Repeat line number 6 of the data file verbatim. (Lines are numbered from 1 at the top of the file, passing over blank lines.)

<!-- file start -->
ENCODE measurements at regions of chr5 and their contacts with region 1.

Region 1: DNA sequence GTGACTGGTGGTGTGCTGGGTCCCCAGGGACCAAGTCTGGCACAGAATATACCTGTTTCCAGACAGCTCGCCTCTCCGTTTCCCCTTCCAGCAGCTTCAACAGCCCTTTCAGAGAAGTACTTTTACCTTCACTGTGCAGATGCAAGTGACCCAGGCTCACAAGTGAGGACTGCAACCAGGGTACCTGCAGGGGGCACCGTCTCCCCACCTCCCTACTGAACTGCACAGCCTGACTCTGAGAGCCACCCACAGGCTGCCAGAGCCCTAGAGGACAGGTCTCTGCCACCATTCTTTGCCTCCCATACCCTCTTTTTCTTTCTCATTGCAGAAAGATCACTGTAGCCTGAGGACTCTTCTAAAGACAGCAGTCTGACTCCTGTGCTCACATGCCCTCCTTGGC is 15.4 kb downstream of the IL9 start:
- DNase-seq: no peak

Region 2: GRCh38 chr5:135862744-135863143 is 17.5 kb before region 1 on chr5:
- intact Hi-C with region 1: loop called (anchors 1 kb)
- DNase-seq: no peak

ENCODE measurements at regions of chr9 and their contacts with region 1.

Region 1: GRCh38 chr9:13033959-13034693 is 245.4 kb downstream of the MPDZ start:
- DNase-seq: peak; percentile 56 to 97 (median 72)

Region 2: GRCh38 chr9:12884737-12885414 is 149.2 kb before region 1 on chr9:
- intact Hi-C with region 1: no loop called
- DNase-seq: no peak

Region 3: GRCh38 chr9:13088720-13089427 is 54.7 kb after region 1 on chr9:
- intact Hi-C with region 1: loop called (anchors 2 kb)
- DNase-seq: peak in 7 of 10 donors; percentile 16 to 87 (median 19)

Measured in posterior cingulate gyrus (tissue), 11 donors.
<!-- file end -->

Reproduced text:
- DNase-seq: no peak